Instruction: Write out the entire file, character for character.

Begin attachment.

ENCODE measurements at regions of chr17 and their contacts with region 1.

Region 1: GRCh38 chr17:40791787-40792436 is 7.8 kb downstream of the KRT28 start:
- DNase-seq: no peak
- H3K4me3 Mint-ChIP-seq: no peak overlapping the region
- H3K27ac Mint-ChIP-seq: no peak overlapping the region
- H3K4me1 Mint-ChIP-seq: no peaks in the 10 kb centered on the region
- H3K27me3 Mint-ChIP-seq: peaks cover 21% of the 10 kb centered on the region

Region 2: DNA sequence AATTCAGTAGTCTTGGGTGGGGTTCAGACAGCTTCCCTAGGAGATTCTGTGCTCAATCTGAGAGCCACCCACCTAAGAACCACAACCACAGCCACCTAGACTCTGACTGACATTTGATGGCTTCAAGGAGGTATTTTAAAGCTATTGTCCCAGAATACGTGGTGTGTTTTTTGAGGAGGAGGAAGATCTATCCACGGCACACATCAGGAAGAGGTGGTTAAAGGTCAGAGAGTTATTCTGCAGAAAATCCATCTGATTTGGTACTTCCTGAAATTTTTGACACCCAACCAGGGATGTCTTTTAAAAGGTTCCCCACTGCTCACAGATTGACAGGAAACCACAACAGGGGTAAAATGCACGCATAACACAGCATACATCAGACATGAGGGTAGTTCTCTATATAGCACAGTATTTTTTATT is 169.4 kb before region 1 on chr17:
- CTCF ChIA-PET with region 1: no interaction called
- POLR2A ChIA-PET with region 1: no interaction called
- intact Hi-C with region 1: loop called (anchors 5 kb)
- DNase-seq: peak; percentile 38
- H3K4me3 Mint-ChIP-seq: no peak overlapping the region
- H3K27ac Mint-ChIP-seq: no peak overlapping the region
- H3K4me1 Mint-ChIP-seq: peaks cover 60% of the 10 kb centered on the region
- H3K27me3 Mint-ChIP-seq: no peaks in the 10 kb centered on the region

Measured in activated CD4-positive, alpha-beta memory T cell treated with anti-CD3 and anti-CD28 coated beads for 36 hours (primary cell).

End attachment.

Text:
ENCODE measurements at regions of chr17 and their contacts with region 1.

Region 1: GRCh38 chr17:40791787-40792436 is 7.8 kb downstream of the KRT28 start:
- DNase-seq: no peak
- H3K4me3 Mint-ChIP-seq: no peak overlapping the region
- H3K27ac Mint-ChIP-seq: no peak overlapping the region
- H3K4me1 Mint-ChIP-seq: no peaks in the 10 kb centered on the region
- H3K27me3 Mint-ChIP-seq: peaks cover 21% of the 10 kb centered on the region

Region 2: DNA sequence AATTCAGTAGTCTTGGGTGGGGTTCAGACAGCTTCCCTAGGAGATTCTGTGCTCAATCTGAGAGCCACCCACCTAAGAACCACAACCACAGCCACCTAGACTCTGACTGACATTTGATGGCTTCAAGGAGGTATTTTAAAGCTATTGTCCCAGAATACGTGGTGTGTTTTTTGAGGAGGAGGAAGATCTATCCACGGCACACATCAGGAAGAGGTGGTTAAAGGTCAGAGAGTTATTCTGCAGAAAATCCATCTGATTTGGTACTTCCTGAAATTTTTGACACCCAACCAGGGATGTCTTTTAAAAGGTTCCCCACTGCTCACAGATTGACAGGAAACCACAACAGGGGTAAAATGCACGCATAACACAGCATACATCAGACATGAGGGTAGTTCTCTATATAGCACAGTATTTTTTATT is 169.4 kb before region 1 on chr17:
- CTCF ChIA-PET with region 1: no interaction called
- POLR2A ChIA-PET with region 1: no interaction called
- intact Hi-C with region 1: loop called (anchors 5 kb)
- DNase-seq: peak; percentile 38
- H3K4me3 Mint-ChIP-seq: no peak overlapping the region
- H3K27ac Mint-ChIP-seq: no peak overlapping the region
- H3K4me1 Mint-ChIP-seq: peaks cover 60% of the 10 kb centered on the region
- H3K27me3 Mint-ChIP-seq: no peaks in the 10 kb centered on the region

Measured in activated CD4-positive, alpha-beta memory T cell treated with anti-CD3 and anti-CD28 coated beads for 36 hours (primary cell).